From concept to product, the world is now sitting up and taking notice of the next generation of smart technology – smart watches. Still admittedly somewhat bulky (and probably due to be superseded in short order by subsequent generations), smart watches such as the Galaxy Gear and concept watches like the Pebble represent what can be done when you take elements of disruptive technology and apply it in a totally different field.
But think back to those first gen ‘brick’ phones of the 1980s and how quickly they shrank down to a size where it was all too easy to lose the wretched thing! Now apply the same principles to the Gear watch, for example, and it’s easy to see that in no time at all those big, bulky watches will shrink down to a much more user-friendly size. But what has enabled manufacturers to take this particularly innovative road in the first place? Simple – flexible electronics.
Our world is dominated by technology, but up until a few years ago it was cumbersome, fragile and rigid. Now, the ability to print electronic circuits on flexible plastic rather than the stiff component boards of old means that we can take a fresh approach to not just design, but to application as well. Wearable electronics is the next big thing, with everything from Google Glass’s innovative headset through to organic electronic sensors to monitor health conditions now a reality. Industry analysts estimate that the global market volumes for wearable electronics could easily exceed 130 million units by as early as 2018, representing an estimated US$8 billion in revenue.
Potentially lucrative market
The industry is now starting to recognize just how potentially lucrative the wearable electronics market could be, and recently Intel Investment and a consortium of other interested parties including Stanford University and iNova Capital, have invested US$11.75million in Basis Science to develop wearable electronics that will help users maintain a healthy lifestyle as well as monitoring their health.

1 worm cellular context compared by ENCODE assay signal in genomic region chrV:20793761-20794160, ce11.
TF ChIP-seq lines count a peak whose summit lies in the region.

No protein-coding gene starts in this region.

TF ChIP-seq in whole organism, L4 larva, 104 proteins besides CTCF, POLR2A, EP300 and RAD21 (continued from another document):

Wearable technology could represent a change in how we manage our health, and could lead to a much more ‘preventative’ approach to healthcare, rather than treating conditions once they arise.
But there is also the opportunity to produce a wide range of wearable electronics for the consumer market, especially with the advent of augmented reality electronics such as Google Glass. This could fundamentally change the way we interact with our environment too, but one issue remains to be addressed, and that’s how these devices are powered.
Powering the flexible plastic revolution…
Batteries are still heavy, cumbersome and the one element of electronic devices that limit the number of applications and situations in which even the most flexible electronics can be used. However, as smarter power technology comes online, this could easily combine with the current technological advances being made by companies such as Plastic Logic, and propel wearable electronics to a new level. Plastic Logic’s CEO Indro Mukerjee has recently spoken about the potential of flexible electronics and in particular the development of colour display technology, which could mark a significant turning point for wearable electronics. He said in a recent interview that: “Plastic Logic’s development of a colour flexible plastic display is particularly significant, since the same process could enable unbreakable, flexible display solutions with other media such as LCD and OLED.
With this level of research and development carrying on at a rapidly increasing pace, it won’t be long before wearable electronics are part of all our lives.
Verena blogs about gadgets and technology, covering everything from the latest mobile advancements to display technology. When she’s not online Verena enjoys swimming, cycling and travelling the world.